Last month on the Bug Lessons blog, we took a close look at pest prevention. This month in our IPM series, we’re zooming in on actionable items that can be taken to control an existing pest infestation. Although we’re certainly going to discuss the application of pesticides, we’ll also talk about some other things that can be done to effectively manage pests in urban settings.
We have mentioned a number of times that creating an integrated pest management (IPM) program requires an elaborate series of decision-making steps. We discussed using a variety of complementary or synergistic tactics to suppress or prevent arthropod pests. Once you have identified the target pest, monitored pest activity, decided on an action threshold, and taken steps to prevent a future pest problem—it is time to start taking steps to solve the issue through action (if a problem still exists after preventative measures). Actionable measures can include both chemical and non-chemical tactics to eliminate pests. These specific strategies will comprise the focus of our monthly IPM blog today!
Types of Control and Actionable Steps
Most people break up the types of pest control used in an IPM plan into five groups, these include:
At this stage in the IPM program, you can use any tactic from one of the five strategies previously listed to gain control of an infestation. The strategies you decide to employ will depend on the budget available, the environment, the pest species in question, your (or the client’s) tolerance for pest presence/pesticide use, and an array of other factors, too. We of course do not have time in this short blog entry to discuss every single pest control tactic for every single pest and system, but we will provide some examples below. For any specific questions, feel free to reach out to us at firstname.lastname@example.org!
Examples of Actions You Can Take Against Pests
Choose the formulation that will do the job adequately with the least environmental impact. Target-specific baits are a great choice if you want to reduce non-target effects. For outdoor applications, try to choose formulas that are less likely to drift or remain in the soil for long periods of time. Use the lowest label rate that allows you to gain control. Rotate active ingredients if you are using a pesticide for a lengthy period of time, or over and over again (i.e., every season, every two weeks, etc.). Many extension websites have helpful tips for pesticide selection.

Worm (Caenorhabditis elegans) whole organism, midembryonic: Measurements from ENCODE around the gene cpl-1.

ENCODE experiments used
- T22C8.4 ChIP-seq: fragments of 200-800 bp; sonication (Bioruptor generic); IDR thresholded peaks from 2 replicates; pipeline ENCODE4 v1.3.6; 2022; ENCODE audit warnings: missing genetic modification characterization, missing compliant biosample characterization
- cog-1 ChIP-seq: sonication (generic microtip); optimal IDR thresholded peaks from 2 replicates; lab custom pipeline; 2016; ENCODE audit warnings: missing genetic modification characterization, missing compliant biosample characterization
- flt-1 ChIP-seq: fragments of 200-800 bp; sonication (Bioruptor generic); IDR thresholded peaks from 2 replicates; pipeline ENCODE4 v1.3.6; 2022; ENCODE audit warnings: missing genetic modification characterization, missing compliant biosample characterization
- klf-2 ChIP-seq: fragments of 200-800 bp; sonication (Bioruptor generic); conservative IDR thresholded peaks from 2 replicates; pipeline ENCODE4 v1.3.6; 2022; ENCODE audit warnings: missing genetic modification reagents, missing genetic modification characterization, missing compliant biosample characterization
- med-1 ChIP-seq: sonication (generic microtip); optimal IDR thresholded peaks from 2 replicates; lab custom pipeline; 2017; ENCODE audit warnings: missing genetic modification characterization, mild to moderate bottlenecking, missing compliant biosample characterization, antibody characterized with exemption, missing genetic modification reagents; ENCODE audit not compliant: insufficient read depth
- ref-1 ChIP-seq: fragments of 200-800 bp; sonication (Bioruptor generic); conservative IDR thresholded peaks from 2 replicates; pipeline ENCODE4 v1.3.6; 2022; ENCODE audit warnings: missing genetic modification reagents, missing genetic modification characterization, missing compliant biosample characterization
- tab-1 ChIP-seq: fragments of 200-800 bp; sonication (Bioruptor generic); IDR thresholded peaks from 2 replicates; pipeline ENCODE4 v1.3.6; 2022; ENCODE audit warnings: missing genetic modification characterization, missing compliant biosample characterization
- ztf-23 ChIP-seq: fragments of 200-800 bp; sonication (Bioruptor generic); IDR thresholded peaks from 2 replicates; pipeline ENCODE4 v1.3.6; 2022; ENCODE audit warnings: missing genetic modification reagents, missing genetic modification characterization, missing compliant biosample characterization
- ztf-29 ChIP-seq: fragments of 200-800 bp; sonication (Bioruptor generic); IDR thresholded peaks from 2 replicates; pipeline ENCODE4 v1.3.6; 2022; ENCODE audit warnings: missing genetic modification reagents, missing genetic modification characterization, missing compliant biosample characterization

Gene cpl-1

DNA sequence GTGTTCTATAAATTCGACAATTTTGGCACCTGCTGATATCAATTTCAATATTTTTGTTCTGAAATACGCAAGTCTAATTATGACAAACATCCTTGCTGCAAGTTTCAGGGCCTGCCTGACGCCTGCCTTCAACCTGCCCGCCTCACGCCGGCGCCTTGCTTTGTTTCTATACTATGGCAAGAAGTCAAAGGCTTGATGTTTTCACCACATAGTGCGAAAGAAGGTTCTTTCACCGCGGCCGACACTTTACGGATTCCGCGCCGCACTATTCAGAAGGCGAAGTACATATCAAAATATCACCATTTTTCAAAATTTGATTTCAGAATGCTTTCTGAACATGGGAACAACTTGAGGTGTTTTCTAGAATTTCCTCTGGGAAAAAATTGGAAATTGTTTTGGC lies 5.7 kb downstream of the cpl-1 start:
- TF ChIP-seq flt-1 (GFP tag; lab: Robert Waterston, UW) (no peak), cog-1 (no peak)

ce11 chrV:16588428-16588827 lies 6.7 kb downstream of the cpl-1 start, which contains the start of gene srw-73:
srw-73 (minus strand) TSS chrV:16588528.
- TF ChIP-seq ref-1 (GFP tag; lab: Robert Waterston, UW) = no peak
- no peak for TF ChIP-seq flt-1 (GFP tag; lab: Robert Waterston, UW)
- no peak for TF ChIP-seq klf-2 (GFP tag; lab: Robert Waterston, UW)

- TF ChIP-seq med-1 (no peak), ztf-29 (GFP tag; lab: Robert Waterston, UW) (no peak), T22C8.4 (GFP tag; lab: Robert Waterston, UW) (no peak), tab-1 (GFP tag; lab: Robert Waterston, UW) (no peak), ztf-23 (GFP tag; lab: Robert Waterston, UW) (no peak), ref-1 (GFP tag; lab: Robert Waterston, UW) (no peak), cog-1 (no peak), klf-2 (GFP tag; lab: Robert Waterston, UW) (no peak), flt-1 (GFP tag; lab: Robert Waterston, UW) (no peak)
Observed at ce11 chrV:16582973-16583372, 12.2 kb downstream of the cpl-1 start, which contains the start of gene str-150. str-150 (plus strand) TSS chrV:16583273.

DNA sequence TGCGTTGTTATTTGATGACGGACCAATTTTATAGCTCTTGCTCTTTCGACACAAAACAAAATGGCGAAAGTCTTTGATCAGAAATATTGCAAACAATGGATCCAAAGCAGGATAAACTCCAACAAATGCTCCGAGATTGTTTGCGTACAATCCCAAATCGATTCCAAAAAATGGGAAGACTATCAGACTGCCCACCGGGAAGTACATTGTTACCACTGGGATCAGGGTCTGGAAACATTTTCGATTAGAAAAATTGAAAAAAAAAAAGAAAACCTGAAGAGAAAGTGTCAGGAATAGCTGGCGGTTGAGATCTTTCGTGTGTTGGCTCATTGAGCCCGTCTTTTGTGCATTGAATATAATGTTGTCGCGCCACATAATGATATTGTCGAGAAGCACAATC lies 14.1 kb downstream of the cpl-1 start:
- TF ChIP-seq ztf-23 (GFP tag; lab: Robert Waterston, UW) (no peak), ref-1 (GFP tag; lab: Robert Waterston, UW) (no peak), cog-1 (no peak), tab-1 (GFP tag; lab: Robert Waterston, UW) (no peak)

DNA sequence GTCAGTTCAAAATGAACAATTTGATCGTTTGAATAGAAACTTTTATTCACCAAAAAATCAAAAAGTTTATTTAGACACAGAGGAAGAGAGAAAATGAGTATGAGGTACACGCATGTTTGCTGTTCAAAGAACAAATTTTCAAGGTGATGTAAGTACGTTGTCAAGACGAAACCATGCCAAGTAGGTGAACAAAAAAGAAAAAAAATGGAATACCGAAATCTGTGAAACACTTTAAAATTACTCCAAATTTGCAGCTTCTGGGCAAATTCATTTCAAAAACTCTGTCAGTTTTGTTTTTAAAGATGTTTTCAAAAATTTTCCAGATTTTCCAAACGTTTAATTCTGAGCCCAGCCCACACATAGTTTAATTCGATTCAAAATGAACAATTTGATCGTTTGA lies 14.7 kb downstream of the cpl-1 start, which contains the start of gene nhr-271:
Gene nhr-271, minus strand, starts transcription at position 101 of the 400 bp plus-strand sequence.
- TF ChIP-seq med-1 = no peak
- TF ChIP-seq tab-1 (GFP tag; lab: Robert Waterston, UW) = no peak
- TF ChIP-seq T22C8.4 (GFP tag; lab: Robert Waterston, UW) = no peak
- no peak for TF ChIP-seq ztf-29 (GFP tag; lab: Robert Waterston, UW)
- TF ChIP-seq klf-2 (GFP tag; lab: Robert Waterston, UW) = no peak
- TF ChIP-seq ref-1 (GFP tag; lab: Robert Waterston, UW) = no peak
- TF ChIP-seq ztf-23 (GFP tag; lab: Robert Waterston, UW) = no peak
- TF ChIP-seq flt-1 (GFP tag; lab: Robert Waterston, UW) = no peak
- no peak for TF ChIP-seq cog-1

Baits are a great way to control an array of indoor pests, especially cockroaches and ants. They are usually pest-specific, and are often contained in sachets or stations that confine the bait to one area. Be sure to read labels carefully so that you apply correctly—baits do not work the same as contact liquid pesticides. (Image Credit: Forest and Kim Starr, Image Source: Flickr)
It might take a bit more effort to apply >1 strategy to a pest problem, but IPM programs reduce pesticide risk and are often more effective than management plans that rely solely on chemical use. We could all benefit from a healthier environment, especially indoors and around structures where we spend lots of our time. It may be tempting to buy that ‘miracle product’, but we encourage you to think twice—sometimes when things sound too good to be true, they are. This is especially true in urban pest management.
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